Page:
MACOM Technology Solutions Holdings, Inc. and STMicroelectronics announced an agreement to develop GaN-on-Silicon wafers to be manufactured by ST for MACOM’s use across an array of RF applications. While expanding MACOM’s source of supply, the agreement also grants to ST the right to manufacture and sell its own GaN on Silicon products in RF markets outside of mobile phone, wireless basestation and related commercial telecom infrastructure applications.
Through this agreement, MACOM expects to access increased Silicon wafer manufacturing capacity and improved cost structure that could displace incumbent Silicon LDMOS and accelerate the adoption of GaN on Silicon in mainstream markets.
ST and MACOM have been working together for several years to bring GaN on Silicon production up in ST’s CMOS wafer fab. As currently scheduled, sample production from ST is expected to begin in 2018.
“This agreement punctuates our long journey of leading the RF industry’s conversion to GaN on Silicon technology. To date, MACOM has refined and proven the merits of GaN on Silicon using rather modest compound semiconductor factories, replicating and even exceeding the RF performance and reliability of expensive GaN on SiC alternative technology,” said John Croteau, President and CEO, MACOM.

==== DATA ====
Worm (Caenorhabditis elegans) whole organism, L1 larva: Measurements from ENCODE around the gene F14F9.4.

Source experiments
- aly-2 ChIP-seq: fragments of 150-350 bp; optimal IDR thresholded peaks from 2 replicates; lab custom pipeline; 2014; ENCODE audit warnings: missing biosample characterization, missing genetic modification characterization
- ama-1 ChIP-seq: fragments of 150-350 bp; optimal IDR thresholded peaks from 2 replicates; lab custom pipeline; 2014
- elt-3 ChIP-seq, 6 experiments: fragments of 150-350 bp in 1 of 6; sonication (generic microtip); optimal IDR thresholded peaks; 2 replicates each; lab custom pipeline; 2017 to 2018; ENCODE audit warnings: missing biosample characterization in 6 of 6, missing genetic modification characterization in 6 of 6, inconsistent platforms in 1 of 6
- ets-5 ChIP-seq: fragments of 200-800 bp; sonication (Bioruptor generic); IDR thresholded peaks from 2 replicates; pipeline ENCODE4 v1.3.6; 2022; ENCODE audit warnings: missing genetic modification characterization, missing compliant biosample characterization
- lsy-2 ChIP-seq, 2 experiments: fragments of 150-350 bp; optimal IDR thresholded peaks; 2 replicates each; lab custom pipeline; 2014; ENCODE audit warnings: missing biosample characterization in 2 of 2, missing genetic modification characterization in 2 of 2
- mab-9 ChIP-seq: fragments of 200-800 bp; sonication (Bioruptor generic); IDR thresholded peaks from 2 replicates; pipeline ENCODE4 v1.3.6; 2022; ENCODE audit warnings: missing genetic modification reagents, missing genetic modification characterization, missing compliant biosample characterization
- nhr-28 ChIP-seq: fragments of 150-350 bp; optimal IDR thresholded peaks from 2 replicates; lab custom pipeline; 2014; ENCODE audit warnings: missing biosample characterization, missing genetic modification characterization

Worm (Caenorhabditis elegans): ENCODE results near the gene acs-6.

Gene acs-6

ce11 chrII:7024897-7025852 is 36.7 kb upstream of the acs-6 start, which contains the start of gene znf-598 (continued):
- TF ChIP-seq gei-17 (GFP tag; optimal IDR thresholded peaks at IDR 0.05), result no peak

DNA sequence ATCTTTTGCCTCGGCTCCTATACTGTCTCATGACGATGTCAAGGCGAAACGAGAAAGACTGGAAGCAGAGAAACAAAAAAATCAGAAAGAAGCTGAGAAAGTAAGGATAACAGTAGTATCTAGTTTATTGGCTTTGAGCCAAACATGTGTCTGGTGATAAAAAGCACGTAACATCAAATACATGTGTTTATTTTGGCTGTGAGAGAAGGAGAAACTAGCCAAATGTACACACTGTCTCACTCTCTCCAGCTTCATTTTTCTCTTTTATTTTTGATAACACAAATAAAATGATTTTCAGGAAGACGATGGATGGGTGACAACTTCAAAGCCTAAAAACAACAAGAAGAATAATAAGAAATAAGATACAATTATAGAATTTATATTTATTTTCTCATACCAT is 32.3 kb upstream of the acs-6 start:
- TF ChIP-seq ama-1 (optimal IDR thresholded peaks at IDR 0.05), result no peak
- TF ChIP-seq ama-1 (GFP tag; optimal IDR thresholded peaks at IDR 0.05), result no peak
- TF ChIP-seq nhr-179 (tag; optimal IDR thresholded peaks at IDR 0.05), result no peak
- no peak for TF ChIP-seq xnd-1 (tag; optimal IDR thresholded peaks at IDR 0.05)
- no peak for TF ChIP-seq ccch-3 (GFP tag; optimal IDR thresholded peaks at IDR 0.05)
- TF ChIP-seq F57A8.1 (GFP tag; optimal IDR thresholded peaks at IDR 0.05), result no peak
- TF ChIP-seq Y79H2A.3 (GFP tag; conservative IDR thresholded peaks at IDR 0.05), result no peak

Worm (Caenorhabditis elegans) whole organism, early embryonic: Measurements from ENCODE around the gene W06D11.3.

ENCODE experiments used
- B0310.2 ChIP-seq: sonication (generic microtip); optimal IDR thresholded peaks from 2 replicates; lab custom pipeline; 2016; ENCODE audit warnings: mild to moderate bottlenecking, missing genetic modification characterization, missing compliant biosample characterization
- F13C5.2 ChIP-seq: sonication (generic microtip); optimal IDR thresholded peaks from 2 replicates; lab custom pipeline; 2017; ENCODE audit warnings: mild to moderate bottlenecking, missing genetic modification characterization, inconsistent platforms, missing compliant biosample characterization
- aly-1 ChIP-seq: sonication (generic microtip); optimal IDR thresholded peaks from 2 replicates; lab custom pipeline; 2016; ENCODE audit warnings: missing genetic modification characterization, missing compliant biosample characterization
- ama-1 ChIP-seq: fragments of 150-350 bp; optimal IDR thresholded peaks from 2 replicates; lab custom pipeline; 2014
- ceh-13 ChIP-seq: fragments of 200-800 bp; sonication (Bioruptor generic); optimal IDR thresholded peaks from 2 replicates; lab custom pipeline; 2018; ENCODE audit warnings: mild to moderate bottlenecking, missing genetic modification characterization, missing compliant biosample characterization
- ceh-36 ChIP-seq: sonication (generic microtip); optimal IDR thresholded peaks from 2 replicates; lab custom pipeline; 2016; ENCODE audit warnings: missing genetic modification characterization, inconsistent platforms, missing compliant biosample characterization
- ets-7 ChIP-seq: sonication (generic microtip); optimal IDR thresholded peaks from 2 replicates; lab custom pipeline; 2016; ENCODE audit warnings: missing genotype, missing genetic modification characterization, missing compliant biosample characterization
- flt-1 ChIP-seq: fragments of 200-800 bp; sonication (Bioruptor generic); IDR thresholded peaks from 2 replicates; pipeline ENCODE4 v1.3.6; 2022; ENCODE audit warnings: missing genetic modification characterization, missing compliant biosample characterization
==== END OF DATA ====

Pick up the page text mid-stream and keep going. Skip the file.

“We expect this collaboration with ST to bring those GaN innovations to bear in a Silicon supply chain that can ultimately service the most demanding customers and applications,” Croteau added.
“ST’s scale and operational excellence in Silicon wafer manufacturing aims to unlock the potential to drive new RF power applications for MACOM and ST as it delivers the economic breakthroughs necessary to expand the market for GaN on Silicon,” said Marco Monti, President of the Automotive and Discrete Product Group, STMicroelectronics.
“While expanding the opportunities for existing RF applications is appealing, we’re even more excited about using GaN on Silicon in new RF Energy applications, especially in automotive applications, such as plasma ignition for more efficient combustion in conventional engines, and in RF lighting applications, for more efficient and longer-lasting lighting systems,” observed Monti.
“Once the $0.04/watt barrier for high power RF semiconductor devices is crossed, significant opportunities for the RF energy market may open up,” said Eric Higham, Director Advanced Semiconductor Applications Service at Strategy Analytics.
Higham continued, “Potential RF energy device shipments could be in the hundreds of millions for applications including commercial microwave cooking, automotive lighting and ignition, and plasma lighting, with sales reaching into the billions of dollars.”